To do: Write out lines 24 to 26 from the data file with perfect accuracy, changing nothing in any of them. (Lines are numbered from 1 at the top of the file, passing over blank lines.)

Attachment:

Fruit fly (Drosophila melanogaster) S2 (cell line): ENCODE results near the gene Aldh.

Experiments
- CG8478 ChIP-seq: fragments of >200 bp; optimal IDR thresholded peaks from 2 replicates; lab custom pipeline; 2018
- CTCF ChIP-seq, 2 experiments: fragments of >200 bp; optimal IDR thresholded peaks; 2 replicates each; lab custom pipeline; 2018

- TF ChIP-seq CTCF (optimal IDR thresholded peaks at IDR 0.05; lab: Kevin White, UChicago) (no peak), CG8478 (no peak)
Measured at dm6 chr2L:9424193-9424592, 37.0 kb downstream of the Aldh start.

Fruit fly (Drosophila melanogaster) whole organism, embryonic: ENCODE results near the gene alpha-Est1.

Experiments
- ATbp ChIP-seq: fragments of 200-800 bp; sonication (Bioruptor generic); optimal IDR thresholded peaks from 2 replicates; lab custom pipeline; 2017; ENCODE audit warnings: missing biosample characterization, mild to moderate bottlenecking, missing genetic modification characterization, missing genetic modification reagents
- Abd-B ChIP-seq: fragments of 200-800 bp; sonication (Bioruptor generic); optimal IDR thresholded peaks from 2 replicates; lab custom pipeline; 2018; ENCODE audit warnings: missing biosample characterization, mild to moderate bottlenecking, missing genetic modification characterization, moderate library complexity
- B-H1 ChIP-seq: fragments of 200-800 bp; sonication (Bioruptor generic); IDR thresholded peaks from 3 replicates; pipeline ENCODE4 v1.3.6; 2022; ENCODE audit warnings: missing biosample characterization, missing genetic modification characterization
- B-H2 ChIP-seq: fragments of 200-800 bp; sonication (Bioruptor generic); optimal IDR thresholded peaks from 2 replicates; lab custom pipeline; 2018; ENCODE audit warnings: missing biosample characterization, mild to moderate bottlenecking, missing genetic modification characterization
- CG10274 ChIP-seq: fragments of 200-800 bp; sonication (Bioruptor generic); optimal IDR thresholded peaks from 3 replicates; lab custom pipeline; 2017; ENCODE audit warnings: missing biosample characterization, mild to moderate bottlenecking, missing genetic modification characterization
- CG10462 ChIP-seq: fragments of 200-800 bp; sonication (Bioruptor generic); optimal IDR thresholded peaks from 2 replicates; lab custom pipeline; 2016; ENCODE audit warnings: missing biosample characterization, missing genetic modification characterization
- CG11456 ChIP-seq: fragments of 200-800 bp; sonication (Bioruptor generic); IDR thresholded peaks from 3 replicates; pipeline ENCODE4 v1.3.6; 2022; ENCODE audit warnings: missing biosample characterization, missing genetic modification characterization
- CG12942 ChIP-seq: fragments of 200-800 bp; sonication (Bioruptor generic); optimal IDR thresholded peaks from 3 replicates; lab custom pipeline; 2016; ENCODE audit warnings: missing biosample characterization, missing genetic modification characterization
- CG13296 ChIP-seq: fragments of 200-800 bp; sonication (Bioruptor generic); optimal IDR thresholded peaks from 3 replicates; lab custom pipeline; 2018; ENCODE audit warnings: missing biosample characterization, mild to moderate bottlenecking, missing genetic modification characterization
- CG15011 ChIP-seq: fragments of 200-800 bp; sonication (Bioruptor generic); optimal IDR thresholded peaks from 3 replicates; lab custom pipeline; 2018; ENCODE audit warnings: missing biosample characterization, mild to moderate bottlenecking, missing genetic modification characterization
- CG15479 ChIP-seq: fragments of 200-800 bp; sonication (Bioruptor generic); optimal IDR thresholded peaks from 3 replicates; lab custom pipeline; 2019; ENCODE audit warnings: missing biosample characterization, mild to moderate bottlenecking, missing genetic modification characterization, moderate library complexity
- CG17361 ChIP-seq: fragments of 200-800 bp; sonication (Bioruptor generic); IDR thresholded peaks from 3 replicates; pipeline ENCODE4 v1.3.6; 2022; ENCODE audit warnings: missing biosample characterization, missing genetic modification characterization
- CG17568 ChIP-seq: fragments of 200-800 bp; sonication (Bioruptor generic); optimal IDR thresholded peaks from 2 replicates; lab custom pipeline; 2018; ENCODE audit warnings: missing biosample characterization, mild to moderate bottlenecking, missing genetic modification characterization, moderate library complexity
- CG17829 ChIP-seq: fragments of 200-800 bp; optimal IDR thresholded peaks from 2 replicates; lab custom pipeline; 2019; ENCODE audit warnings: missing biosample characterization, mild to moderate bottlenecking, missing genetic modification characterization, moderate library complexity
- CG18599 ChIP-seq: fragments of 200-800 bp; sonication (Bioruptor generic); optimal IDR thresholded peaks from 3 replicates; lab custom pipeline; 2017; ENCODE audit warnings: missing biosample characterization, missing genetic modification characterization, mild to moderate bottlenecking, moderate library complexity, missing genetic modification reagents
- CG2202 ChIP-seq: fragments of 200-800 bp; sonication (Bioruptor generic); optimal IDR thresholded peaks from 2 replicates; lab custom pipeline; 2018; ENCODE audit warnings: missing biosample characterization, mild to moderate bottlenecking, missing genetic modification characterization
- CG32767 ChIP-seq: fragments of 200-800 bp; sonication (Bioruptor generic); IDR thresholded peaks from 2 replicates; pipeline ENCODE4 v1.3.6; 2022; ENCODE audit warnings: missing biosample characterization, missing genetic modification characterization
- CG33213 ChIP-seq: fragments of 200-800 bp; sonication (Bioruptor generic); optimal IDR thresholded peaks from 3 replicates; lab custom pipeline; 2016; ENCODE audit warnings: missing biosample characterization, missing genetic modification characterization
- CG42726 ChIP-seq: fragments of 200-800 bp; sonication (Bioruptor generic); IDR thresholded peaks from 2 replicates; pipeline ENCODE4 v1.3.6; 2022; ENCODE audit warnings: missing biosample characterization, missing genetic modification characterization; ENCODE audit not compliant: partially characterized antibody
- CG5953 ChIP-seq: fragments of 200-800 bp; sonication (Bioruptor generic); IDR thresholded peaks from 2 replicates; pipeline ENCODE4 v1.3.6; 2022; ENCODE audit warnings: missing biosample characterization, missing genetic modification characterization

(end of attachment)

- CG2202 ChIP-seq: fragments of 200-800 bp; sonication (Bioruptor generic); optimal IDR thresholded peaks from 2 replicates; lab custom pipeline; 2018; ENCODE audit warnings: missing biosample characterization, mild to moderate bottlenecking, missing genetic modification characterization
- CG32767 ChIP-seq: fragments of 200-800 bp; sonication (Bioruptor generic); IDR thresholded peaks from 2 replicates; pipeline ENCODE4 v1.3.6; 2022; ENCODE audit warnings: missing biosample characterization, missing genetic modification characterization
- CG33213 ChIP-seq: fragments of 200-800 bp; sonication (Bioruptor generic); optimal IDR thresholded peaks from 3 replicates; lab custom pipeline; 2016; ENCODE audit warnings: missing biosample characterization, missing genetic modification characterization